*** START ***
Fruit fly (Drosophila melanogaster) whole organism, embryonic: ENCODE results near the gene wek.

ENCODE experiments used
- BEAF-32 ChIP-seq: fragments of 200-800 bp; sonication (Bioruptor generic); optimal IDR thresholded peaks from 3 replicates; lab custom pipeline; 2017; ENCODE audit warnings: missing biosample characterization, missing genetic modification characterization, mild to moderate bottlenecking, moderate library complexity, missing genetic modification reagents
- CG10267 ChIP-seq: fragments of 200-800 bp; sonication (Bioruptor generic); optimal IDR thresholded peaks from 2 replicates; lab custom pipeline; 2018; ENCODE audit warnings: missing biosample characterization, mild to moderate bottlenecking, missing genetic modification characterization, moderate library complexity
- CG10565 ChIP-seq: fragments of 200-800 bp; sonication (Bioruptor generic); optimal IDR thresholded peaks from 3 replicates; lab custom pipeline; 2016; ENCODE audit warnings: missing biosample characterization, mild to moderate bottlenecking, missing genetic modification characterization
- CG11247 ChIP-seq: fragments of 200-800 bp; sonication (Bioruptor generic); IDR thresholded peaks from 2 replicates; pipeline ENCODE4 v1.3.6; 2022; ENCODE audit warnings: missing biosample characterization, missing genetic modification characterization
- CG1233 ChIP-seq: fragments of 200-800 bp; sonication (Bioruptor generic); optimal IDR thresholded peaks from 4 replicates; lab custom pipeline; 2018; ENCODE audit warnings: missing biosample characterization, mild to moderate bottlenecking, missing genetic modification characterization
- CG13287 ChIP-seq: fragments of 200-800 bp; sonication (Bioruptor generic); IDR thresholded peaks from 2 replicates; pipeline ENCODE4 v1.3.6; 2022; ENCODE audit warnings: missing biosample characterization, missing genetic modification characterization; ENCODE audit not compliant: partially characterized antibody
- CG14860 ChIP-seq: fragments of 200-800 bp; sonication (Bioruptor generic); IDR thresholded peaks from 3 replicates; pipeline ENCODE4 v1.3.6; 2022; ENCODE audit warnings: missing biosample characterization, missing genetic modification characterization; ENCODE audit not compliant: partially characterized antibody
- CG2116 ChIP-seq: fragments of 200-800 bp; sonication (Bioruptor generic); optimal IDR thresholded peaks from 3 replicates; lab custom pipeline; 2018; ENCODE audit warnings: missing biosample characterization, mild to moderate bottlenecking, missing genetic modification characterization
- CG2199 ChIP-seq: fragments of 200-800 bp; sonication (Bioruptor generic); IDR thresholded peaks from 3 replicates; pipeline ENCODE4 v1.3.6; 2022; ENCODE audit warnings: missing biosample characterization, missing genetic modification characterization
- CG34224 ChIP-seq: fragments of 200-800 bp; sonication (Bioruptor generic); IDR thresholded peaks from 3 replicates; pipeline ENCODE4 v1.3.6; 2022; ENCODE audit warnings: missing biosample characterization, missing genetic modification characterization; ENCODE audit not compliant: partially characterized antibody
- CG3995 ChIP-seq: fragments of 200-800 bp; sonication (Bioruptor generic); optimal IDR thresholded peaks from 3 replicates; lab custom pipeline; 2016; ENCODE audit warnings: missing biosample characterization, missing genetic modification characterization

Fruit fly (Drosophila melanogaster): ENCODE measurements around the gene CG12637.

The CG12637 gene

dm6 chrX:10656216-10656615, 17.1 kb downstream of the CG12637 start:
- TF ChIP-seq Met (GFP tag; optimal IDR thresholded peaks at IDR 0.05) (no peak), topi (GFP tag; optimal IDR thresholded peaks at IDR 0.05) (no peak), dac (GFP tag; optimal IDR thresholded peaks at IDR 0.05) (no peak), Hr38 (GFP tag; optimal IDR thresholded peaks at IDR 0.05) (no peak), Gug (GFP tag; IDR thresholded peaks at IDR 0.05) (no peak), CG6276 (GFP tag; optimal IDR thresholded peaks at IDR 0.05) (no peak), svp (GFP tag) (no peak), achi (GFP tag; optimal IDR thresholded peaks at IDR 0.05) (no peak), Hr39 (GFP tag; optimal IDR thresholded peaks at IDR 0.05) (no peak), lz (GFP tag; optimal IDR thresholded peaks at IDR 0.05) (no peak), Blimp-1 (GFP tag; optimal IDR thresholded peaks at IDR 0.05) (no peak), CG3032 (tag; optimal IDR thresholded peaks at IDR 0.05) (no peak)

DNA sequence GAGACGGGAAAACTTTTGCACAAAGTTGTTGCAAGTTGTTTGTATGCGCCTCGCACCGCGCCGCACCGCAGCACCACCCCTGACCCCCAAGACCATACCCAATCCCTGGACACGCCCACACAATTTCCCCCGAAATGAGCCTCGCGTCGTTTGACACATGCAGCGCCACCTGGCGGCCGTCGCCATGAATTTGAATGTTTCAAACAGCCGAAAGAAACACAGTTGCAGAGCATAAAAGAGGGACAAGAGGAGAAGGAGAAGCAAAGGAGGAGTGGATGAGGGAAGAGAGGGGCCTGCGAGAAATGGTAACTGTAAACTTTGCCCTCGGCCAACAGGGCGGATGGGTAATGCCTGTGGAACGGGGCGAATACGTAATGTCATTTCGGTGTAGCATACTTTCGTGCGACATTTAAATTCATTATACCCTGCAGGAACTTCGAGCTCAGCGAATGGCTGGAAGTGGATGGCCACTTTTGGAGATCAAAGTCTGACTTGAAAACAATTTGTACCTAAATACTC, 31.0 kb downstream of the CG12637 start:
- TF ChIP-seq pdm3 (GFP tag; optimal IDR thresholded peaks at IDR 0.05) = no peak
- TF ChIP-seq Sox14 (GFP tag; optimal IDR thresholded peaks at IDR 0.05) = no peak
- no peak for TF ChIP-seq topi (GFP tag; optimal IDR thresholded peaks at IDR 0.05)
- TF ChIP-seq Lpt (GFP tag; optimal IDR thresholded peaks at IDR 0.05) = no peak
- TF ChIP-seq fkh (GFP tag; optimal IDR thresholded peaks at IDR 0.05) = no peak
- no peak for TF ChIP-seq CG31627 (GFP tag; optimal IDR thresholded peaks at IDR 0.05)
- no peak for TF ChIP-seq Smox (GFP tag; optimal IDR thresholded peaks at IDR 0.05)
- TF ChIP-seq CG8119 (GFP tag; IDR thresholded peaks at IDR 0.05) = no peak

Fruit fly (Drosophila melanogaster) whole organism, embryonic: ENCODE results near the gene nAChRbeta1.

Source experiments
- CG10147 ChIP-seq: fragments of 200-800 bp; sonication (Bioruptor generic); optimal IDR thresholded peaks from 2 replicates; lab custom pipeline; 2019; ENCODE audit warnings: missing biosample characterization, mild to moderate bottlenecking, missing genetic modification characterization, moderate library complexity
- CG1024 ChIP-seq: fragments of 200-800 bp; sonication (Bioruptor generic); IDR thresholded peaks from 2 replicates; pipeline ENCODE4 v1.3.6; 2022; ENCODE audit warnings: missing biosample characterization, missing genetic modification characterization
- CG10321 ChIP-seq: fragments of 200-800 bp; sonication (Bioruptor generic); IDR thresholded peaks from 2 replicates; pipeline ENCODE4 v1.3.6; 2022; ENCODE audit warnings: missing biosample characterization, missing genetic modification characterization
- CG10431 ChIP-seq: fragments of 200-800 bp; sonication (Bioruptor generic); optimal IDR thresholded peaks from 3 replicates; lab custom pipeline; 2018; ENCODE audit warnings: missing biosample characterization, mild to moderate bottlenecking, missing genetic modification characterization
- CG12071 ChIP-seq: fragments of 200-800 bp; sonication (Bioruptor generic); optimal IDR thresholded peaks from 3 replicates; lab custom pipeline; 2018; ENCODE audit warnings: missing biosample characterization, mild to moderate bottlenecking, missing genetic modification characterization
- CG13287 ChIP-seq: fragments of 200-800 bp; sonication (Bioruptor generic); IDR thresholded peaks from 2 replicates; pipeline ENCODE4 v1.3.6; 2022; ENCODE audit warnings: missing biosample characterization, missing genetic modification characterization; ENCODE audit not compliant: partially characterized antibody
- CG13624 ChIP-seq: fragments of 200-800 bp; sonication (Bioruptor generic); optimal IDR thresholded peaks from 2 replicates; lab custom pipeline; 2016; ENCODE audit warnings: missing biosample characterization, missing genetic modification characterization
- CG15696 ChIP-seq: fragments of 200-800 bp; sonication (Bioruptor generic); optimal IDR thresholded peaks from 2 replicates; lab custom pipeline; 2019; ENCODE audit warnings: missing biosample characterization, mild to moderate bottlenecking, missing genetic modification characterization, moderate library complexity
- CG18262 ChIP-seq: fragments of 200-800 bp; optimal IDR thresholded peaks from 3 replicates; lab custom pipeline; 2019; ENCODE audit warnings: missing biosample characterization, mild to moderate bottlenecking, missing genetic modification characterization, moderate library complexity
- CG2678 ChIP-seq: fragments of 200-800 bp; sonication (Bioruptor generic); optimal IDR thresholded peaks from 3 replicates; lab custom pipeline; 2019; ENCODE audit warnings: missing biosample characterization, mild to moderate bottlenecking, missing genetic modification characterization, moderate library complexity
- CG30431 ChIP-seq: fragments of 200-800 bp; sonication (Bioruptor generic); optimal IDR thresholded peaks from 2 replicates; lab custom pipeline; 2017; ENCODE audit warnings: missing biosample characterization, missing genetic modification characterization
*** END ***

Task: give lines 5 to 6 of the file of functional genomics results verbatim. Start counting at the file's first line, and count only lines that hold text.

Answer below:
- CG10565 ChIP-seq: fragments of 200-800 bp; sonication (Bioruptor generic); optimal IDR thresholded peaks from 3 replicates; lab custom pipeline; 2016; ENCODE audit warnings: missing biosample characterization, mild to moderate bottlenecking, missing genetic modification characterization
- CG11247 ChIP-seq: fragments of 200-800 bp; sonication (Bioruptor generic); IDR thresholded peaks from 2 replicates; pipeline ENCODE4 v1.3.6; 2022; ENCODE audit warnings: missing biosample characterization, missing genetic modification characterization